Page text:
What it's supposed to do
Transaction Load Manager (TLM) is an application to allow a multitude of transactions to happen in parallel rather than reverting to a queue structure where one must be completed in order for the next to begin. This reduces the workload of the program while creating a faster experience without compromising efficiency. Instead of having all transactions file through one container, there are several containers that transactions can go through and this quantity scales automatically based on need as not to waste resources thereby reducing cost. A user can choose a number of transactions that simulates the number of requests over a given time period. This simulation is displayed through a dashboard providing valuable information about transactions as well as a graph that computes the TLM.
How we built it
We created an Amazon Web Service, using their ECS tool to automatically manage our containers. We manually configured an Automatic Load Balancing (ALB) service within our cluster in order to automatically scale up and tear down when needed. Each cluster runs an image of our “Transaction Processing System” that mimics the layer closest to the RBC deposit/withdrawal system. Our ALB is exposed on a public IP and domain so that external systems can cURL or POST HTTP requests our system. The ALB automatically spins up new pods at 80% CPU utilization, ensuring that no pods are spun up for at least 300 seconds after one has already spawned to prevent premature scaling.
Why we used our tech
We initially used Kubernetes and Docker to begin tackling this project but eventually learned that we needed to use Amazon Web Services’ Elastic Container Service instead. ECS provides easy cluster management, resource efficiency, and reliable security.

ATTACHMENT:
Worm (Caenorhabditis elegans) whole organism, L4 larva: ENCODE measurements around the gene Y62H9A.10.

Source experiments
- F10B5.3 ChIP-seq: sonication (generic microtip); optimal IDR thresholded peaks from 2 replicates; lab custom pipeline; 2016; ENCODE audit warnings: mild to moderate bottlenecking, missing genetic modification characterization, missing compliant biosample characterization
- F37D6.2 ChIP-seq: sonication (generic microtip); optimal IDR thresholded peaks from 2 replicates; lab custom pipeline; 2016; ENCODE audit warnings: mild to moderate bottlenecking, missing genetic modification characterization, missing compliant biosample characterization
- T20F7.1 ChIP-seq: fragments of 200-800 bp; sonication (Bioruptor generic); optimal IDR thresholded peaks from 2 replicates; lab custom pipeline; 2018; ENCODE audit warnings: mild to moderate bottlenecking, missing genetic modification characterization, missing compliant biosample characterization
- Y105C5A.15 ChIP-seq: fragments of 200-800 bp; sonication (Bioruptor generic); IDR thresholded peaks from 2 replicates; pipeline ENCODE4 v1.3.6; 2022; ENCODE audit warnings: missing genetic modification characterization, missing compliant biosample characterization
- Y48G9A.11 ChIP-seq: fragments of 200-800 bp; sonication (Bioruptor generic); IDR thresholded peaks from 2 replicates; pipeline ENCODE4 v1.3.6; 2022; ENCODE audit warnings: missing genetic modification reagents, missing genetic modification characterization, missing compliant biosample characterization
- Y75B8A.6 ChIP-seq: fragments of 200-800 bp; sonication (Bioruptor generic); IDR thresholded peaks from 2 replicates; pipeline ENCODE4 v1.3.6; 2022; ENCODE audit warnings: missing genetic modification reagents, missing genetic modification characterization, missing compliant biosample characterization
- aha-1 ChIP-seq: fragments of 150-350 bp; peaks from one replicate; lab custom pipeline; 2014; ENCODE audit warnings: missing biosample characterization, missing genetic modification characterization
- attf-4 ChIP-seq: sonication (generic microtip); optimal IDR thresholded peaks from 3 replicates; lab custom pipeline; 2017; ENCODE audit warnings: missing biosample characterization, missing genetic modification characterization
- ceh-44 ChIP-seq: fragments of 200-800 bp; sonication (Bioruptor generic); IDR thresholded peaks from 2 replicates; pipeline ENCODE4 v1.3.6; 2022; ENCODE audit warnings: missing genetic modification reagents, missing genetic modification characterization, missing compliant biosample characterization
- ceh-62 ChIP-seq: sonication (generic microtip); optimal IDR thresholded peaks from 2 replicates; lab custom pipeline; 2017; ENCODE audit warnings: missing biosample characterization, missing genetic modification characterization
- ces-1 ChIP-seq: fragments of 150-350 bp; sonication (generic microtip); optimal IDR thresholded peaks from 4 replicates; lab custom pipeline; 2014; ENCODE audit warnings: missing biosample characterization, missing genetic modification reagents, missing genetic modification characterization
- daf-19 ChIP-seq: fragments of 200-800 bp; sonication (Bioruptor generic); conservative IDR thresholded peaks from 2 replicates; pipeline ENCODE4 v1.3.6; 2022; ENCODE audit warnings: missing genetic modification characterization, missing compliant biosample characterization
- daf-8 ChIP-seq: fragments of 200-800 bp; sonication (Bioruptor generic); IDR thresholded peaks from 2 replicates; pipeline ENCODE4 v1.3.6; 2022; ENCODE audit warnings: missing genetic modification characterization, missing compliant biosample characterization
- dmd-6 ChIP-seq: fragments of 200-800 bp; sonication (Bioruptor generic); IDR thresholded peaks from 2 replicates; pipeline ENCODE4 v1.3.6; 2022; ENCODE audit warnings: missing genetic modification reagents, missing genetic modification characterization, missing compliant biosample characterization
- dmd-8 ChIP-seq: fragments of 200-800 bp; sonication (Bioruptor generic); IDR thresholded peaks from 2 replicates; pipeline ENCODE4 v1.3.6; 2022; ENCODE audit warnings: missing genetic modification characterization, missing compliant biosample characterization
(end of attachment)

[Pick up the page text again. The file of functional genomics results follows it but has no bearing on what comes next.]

We used Python for our backend because of its versatility and extensive compatibility with frameworks and libraries.
Our initial challenge began when we decided to utilize new tools such as Docker and Kubernetes. Since none of us had previous experience, it required a lot of initial configuration, documentation reading, and overall frustration. It wasn’t until many hours in that we reached our first small goal. From then on out, we started gaining momentum towards subsequent goals.
What we learned
We definitely learned more than specific languages, frameworks, or tools during this Hackathon. We learned how to approach problems that are seemingly impossible and daunting at first, but are not too difficult once broken down into sub-problems. This project reinforced the importance of organization and planning before we even wrote a single line of code.
Ways to improve project
After speaking to a couple of mentors, we believe that one of the ways to improve our project is to use EKS with Kubernetes and Docker instead of using simply ECS with Docker. We discussed benefits and tradeoffs and concluded that some of the benefits of Kubernetes include the flexibility of being able to migrate Kubernetes to any existing Cloud-as-a-Service platform. We definitely could have improved on functionality as well; functionality such as CD/CI to ensure the consistency of the workflow.